The Critical Materials Institute, a U.S. Department of Energy Innovation Hub led by Ames Laboratory, has continued to find new solutions to problems caused by shortages of critical materials, primarily rare-earth elements.
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“The textbook said we should see slow, gradual and random. But what we saw? BOOM! Fast, explosive and organized!” said Michael Tringides, physicist at the U.S. Department of Energy’s Ames Laboratory and a professor of physics and astronomy at Iowa State University.
Tringides is talking about the unusual atom movement he saw when they dropped a few thousand lead atoms onto a flat, smooth lead-on-silicon surface, all at low temperatures, and looked at an area just one-twentieth the width of a human hair.
|Insider Volume 1, Issue 3 from March 1990 focused on Ames Laboratory's engineering services division work on recreating the drum for the ABC Computer replica. You can access the full issue by clicking HERE.|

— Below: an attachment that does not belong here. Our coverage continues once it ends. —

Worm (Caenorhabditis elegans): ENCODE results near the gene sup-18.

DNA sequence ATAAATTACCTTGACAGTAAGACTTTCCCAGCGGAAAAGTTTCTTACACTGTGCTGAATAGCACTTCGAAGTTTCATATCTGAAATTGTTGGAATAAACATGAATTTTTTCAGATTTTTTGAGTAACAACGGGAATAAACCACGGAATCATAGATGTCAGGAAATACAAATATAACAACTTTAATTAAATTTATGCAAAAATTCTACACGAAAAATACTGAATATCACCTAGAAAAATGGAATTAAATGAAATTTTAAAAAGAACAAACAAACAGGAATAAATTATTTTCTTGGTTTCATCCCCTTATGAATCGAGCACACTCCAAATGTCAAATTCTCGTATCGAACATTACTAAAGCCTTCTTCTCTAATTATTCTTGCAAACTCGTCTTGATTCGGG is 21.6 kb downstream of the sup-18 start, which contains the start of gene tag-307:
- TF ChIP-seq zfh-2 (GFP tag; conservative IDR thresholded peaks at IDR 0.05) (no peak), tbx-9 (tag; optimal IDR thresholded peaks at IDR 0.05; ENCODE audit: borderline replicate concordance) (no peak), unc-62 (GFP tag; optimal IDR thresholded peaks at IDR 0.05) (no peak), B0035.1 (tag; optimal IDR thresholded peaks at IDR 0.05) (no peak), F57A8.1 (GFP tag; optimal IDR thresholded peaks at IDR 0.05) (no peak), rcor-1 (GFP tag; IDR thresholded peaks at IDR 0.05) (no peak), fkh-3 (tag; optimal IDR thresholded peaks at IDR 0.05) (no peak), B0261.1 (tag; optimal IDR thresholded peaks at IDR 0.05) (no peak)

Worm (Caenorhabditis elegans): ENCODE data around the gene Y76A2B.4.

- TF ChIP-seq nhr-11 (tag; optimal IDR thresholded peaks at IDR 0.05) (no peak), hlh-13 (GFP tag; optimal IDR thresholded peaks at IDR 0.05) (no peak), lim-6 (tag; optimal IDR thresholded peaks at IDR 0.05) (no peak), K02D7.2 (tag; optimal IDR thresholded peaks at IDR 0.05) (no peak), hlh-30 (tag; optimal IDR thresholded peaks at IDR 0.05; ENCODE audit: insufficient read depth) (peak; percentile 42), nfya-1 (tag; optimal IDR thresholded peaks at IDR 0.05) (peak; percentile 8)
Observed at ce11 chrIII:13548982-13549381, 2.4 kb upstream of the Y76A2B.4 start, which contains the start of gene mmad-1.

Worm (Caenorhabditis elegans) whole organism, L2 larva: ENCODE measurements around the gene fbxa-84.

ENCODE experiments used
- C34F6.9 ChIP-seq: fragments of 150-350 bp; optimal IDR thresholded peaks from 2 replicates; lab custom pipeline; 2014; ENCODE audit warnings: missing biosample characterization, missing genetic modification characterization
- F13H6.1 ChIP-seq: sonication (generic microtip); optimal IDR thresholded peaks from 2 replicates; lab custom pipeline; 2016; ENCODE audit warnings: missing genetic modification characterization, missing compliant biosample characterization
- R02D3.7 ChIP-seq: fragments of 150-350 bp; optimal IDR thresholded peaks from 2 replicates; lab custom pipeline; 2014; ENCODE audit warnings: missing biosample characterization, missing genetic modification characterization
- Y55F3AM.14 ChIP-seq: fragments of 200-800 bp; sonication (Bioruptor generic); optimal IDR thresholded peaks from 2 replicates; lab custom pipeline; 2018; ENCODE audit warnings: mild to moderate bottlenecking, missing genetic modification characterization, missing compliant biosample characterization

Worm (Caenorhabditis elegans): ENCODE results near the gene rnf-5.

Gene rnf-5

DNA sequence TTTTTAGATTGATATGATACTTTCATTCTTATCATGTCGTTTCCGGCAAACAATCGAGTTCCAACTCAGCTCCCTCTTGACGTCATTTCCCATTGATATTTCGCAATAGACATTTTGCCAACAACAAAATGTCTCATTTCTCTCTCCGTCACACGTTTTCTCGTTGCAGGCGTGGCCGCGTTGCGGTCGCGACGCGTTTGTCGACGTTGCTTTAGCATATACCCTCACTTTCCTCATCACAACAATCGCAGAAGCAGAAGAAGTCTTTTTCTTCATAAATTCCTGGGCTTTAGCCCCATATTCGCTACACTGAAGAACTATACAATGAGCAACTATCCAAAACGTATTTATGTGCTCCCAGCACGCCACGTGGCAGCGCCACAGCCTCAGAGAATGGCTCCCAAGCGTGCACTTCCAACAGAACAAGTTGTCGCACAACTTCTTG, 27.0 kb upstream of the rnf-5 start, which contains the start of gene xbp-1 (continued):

|Glimpes Photo Challenge launches Monday, April 6 and is seeking artistically-inspired images that will be displayed in the new Sensitive Instrument Facility.|
|The 40th Annual Ames Laboratory Early Bird Golf Tournament will be held Friday, April 10 at the Honey Creek Golf Course in Boone.|
|Former Ames Laboratory Science Undergraduate Laboratory Internship (SULI) program student Catherine Meis, was one of 21 Iowa State University undergraduates presenting their research to legislators and others during the annual "Research in the Capitol" Tuesday, March 24, in the Rotunda of the State Capitol building in Des Moines.|